DIY: House Improvement Projects for Buyers of Older Residences - Deconstructing an Entire Space from Your New House and Recycling the Materials
You simply bought a new home, and it needs some work because it is an older house. There are various jobs that can be accomplished with the right tools and a little ingenuity. If done thoroughly, you can restore most if not all of the materials for future jobs that occur.
The previous owners of the house attempted to cut down on the quantity of area to heat by developing a space in the kitchen and dining room area. If any of you are familiar with mobile houses, there is not a lot of space to start with in the dining area, and this space was approximately 9ft by 9ft, built directly in front of the front door.
There are particular products that you should think of Whenever you begin a project. Here is a list of tools that have to remain in your demolition package:
The safety goggles that I keep in mind were made of rubber and a flexible band to keep them plastered to your head. They are still offered, there are some new types out there that are made of solidified plastic and fit on your face like a pair of sunglasses.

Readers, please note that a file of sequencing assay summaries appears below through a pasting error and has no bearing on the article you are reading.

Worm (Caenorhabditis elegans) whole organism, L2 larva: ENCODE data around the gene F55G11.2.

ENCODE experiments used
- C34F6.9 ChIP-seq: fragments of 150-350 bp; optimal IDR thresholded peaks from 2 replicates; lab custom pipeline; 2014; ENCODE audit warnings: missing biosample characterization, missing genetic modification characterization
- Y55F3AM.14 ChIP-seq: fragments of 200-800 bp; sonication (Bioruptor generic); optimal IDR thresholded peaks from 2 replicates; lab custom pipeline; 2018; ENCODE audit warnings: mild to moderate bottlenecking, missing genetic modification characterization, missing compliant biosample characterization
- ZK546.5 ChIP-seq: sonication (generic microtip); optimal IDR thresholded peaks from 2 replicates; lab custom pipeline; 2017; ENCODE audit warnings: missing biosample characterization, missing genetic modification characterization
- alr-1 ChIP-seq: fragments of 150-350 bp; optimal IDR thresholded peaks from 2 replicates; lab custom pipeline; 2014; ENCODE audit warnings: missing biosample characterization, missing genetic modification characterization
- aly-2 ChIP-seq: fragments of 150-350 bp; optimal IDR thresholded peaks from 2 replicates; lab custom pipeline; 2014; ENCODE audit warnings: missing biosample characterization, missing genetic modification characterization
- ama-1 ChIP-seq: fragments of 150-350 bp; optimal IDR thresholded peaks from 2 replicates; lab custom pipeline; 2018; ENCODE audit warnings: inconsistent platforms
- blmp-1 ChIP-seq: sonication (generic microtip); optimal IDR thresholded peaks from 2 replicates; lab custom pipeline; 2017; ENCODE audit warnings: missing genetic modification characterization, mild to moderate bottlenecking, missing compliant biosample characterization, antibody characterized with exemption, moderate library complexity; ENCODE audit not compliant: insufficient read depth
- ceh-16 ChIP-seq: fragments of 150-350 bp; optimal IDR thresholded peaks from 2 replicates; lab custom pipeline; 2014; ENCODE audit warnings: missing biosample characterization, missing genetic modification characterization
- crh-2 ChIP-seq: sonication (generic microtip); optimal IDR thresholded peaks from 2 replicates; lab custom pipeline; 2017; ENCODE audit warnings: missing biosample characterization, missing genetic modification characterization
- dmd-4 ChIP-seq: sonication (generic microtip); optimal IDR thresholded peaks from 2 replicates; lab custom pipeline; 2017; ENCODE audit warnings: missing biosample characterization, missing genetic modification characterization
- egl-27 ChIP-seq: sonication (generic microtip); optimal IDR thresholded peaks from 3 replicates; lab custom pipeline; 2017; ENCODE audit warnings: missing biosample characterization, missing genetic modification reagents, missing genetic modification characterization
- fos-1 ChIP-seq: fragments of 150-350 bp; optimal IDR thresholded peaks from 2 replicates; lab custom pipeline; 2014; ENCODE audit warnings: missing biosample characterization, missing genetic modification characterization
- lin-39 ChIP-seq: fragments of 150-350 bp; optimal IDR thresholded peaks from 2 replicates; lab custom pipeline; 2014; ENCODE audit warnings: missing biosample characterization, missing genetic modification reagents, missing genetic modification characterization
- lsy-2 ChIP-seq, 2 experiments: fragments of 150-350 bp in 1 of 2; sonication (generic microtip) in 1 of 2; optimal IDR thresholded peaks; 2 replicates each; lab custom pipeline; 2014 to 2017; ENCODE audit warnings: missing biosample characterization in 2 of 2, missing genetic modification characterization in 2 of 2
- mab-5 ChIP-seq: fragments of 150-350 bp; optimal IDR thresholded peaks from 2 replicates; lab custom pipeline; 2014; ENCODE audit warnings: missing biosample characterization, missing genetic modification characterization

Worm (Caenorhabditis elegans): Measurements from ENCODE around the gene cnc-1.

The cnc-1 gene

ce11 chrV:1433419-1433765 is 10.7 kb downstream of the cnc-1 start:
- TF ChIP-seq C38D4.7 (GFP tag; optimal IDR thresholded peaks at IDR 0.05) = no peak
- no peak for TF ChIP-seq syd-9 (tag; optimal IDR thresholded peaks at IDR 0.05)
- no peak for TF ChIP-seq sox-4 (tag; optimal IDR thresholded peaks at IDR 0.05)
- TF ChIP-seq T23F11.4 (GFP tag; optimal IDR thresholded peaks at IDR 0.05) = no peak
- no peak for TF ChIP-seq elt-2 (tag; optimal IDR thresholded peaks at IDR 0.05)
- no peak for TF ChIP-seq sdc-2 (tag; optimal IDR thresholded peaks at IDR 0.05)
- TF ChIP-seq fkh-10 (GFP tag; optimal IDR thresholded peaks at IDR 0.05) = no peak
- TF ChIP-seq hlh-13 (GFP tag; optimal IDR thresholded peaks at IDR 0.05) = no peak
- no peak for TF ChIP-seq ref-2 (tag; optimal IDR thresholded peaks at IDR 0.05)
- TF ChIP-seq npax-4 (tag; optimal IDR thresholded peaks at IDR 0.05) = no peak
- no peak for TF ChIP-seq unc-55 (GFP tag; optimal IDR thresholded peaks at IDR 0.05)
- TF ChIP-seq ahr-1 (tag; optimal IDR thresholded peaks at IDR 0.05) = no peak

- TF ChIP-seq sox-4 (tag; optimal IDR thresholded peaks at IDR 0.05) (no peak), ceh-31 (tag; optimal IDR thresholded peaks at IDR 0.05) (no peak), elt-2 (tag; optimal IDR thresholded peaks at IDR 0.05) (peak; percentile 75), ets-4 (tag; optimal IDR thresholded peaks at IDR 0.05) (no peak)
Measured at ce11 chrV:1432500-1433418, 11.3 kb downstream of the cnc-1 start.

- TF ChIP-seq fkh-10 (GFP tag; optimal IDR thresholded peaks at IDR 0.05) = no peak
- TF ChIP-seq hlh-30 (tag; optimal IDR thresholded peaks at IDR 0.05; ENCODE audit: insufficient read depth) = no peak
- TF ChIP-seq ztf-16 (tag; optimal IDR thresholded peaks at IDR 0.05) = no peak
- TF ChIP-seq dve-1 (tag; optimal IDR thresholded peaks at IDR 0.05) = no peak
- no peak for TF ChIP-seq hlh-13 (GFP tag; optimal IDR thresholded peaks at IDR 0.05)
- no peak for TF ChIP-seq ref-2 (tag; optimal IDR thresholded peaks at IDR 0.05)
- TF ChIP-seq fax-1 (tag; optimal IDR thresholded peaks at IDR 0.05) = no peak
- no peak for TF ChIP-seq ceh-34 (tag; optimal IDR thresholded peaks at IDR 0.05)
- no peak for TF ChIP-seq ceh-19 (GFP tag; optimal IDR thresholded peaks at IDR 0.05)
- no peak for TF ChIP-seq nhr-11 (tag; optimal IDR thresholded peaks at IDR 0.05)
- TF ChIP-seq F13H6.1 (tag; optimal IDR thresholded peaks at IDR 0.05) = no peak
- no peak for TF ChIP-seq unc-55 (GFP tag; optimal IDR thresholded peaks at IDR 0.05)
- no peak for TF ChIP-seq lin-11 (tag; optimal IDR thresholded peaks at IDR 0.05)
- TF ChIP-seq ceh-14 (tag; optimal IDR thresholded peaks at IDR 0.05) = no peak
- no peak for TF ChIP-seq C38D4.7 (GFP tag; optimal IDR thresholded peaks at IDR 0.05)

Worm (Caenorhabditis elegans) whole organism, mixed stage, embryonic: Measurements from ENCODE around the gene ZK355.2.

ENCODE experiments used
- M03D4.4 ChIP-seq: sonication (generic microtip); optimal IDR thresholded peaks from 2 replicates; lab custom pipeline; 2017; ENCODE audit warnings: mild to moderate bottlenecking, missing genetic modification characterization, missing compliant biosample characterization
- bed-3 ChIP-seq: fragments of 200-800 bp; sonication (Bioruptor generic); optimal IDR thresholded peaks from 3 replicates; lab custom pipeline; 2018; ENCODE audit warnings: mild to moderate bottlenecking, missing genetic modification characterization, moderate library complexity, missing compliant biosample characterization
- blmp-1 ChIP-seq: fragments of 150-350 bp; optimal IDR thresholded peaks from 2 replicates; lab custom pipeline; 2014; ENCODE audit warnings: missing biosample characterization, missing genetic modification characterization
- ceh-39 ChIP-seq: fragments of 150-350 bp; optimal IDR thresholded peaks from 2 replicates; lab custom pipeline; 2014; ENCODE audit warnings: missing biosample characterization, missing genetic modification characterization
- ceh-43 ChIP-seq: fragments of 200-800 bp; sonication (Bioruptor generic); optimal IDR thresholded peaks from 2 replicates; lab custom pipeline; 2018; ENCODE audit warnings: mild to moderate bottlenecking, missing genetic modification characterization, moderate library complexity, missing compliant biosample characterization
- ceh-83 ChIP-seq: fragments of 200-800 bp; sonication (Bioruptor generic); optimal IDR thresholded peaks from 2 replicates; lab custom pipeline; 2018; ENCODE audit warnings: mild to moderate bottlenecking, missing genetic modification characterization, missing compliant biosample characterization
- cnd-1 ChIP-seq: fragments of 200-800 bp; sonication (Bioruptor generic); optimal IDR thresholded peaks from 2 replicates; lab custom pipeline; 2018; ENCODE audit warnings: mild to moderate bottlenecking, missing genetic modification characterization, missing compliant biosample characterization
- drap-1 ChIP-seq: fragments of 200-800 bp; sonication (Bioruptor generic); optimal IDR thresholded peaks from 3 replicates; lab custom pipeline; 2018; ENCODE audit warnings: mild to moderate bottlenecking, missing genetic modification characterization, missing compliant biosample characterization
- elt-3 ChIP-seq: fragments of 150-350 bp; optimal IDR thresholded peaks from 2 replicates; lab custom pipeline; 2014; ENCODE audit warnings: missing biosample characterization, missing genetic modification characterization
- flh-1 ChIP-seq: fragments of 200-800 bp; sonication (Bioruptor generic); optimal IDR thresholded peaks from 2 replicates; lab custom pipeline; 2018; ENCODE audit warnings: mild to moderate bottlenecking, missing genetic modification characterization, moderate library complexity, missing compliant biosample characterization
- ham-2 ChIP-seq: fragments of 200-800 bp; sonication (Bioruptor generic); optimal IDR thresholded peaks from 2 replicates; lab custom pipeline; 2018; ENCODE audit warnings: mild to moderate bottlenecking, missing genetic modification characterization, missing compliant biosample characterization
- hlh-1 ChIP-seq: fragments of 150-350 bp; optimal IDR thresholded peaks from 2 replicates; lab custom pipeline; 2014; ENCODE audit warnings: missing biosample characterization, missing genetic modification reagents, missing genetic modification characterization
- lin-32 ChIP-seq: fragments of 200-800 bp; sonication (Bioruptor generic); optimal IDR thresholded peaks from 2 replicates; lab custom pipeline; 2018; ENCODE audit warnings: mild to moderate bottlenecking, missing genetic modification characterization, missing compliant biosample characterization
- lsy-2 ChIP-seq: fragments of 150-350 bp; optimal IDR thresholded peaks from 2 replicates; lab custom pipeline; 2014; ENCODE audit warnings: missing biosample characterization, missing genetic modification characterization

You can get a pack of these cheaply at your house improvement or hardware shop. This keeps the dust and fiberglass particles out of your lungs. Rest be assured, there will be dust, lots of dust.
Leather gloves or rubber sealed cloth. The fiberglass will find its method through cloth gloves and into your skin and you will feel every sliver of it. If you do not have rubber coated gloves you can put latex gloves on under you fabric gloves.
4. A plasterboard saw, or a plaster saw bit if you wish to utilize a saber saw. This large toothed straight line blade is simple to get rid of large pieces of drywall from the walls without utilizing a hammer. Be alerted, make sure that there is no wiring in the wall where you are cutting. If you struck live electrical wiring while cutting, it can be extremely bad for you and your tools.
5. A 24" Iron crowbar or demo bar. There are various shapes and sizes to demo bars. Select one that has a large bend on one end with a claw suggestion that can be used to pull big screws or nails from the studs.